Pennsylvania Family Law requires proof that the obligor has been served with a notice of the support claim and hearing date.  Without such proof, the Conference Officer, who presides over the support conference, must continue the matter to a new date.  If proof of service is available, but the obligor does not appear for the conference, a Support Order may be entered against the obligor, if the party seeking support can offer concrete documentation as to the obligor's income.  However, if no income documentation is available and there is proof of service, proceedings are delayed until a bench warrant is issued compelling the obligor to appear to address the bench warrant, at which time a preliminary "Conciliation Conference" will also be conducted.

In the interim, the hearing officer will proceed with the preliminary Conciliation Conference with the moving party, in order to gain the obligee's information for use when the obligor appears.  The Montgomery County Sheriff's Department may also be asked to serve the Complaint on the obligor with an additional notice that the obligor must appear within 72 hours or the result will be the issuance of a bench warrant.  In all cases, it is best to serve the other party quickly after filing, as they will begin to receive notices from Domestic Relations whether or not they have been served.

Montgomery County Child Support Attorney | Norristown Spousal Support Attorney

Whether the party seeking child support, spousal support, alimony pendente lite, or the party who the complaint is against, you must protect your interests.  In addition, whether a party in financial need of child support to provide for his or her children, a spouse in financial need to maintain his or her standard of living through spousal support, or a spouse in financial need of APL after the divorce has been filed, all must understand the process that Montgomery County Family Court uses to decide not only whether support should be granted, but whether a support filing will be accepted.  An attorney experienced with Montgomery County child support and spousal support practice and procedure will be a valuable resource as you prepare to file, and when you have your day in Court.  Contact our LLF Law Firm today to learn how we can help.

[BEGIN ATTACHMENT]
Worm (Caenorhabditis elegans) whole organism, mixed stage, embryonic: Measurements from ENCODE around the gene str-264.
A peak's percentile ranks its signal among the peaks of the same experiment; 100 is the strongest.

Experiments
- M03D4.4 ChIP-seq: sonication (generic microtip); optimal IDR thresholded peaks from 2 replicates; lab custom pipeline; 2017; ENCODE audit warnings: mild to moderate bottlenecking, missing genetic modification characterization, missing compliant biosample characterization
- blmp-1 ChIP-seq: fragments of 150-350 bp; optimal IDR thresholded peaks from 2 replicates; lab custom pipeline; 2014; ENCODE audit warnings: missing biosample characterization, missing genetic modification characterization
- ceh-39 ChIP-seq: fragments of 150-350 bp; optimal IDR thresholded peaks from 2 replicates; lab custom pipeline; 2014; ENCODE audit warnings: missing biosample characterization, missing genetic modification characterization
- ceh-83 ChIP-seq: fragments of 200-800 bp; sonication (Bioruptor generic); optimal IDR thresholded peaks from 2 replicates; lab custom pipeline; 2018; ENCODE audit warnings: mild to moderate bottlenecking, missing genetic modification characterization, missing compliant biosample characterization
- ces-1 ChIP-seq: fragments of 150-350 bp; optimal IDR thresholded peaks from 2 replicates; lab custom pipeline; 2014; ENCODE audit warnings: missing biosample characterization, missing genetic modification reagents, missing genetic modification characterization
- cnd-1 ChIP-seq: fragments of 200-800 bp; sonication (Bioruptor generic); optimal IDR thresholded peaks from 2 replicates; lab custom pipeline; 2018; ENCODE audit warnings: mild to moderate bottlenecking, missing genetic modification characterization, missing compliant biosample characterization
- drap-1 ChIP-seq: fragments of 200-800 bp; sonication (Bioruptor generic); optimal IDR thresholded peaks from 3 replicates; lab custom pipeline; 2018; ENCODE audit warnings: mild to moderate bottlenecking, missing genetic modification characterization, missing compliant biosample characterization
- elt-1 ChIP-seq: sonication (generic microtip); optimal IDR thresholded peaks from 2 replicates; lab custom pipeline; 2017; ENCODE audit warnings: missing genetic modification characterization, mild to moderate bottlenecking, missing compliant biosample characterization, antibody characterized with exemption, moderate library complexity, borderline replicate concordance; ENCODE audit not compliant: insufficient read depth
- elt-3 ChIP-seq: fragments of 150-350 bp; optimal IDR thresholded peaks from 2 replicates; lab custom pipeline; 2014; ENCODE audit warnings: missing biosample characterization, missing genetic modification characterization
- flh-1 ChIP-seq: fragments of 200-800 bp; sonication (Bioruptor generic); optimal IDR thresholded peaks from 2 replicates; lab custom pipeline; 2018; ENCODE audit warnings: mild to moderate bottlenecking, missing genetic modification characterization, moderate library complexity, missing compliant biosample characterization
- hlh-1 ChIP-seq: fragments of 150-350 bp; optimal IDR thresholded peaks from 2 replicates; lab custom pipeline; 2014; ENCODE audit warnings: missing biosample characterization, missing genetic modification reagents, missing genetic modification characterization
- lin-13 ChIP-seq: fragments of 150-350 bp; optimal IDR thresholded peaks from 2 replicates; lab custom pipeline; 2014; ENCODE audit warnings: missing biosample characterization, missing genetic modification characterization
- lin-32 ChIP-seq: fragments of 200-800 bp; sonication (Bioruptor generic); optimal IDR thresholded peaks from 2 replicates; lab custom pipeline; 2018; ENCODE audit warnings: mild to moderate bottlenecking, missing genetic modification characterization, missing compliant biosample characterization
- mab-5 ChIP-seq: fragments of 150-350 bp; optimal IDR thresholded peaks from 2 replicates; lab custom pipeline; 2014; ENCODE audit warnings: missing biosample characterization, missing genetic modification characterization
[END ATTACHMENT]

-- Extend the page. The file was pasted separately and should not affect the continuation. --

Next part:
About the Author

Joseph Lento

"I pride myself on having heart and driving hard to get results!" Attorney Joseph D. Lento is a veteran of one of the nation's busiest family courts with nearly 20 years' experience passionately helping families. By day, he worked in the trenches of family court, and at night, he studied the law. He helped countless families while working at family court, and he went on to become an attorney, dedicating his law practice to continuing the work he started years earlier. Mr. Lento's experience both behind the scenes and on the front lines allows him to understand a client's family law matter from all angles, and allows him to find and employ the most effective strategies to get favorable outcomes for any client. Joseph D. Lento is licensed in Pennsylvania New Jersey, and New York, and is admitted pro hac vice as needed nationwide. In the courtroom and in life, attorney Joseph D. Lento stands up when the bell rings!


There are no comments for this post. Be the first and Add your Comment below.

Leave a Comment

Contact a skilled Family Law Team Today!

The LLF Law Firm has unparalleled experience practicing Family Law in Pennsylvania. If you are having any uncertainties about what the future may hold for you and your family, contact our offices today. Our Family Law Team will go above and beyond the needs for any client and fight for what is fair.

This website was created only for general information purposes. It is not intended to be construed as legal advice for any situation. Only a direct consultation with a licensed Pennsylvania, New Jersey, and New York attorney can provide you with formal legal counsel based on the unique details surrounding your situation. The pages on this website may contain links and contact information for third party organizations - the Lento Law Firm does not necessarily endorse these organizations nor the materials contained on their website. In Pennsylvania, Attorney Joseph D. Lento represents clients throughout Pennsylvania's 67 counties, including, but not limited to Philadelphia, Allegheny, Berks, Bucks, Carbon, Chester, Dauphin, Delaware, Lancaster, Lehigh, Monroe, Montgomery, Northampton, Schuylkill, and York County. In New Jersey, attorney Joseph D. Lento represents clients throughout New Jersey's 21 counties: Atlantic, Bergen, Burlington, Camden, Cape May, Cumberland, Essex, Gloucester, Hudson, Hunterdon, Mercer, Middlesex, Monmouth, Morris, Ocean, Passaic, Salem, Somerset, Sussex, Union, and Warren County, In New York, Attorney Joseph D. Lento represents clients throughout New York's 62 counties. Outside of Pennsylvania, New Jersey, and New York, unless attorney Joseph D. Lento is admitted pro hac vice if needed, his assistance may not constitute legal advice or the practice of law. The decision to hire an attorney in Philadelphia, the Pennsylvania counties, New Jersey, New York, or nationwide should not be made solely on the strength of an advertisement. We invite you to contact the Lento Law Firm directly to inquire about our specific qualifications and experience. Communicating with the Lento Law Firm by email, phone, or fax does not create an attorney-client relationship. The Lento Law Firm will serve as your official legal counsel upon a formal agreement from both parties. Any information sent to the Lento Law Firm before an attorney-client relationship is made is done on a non-confidential basis.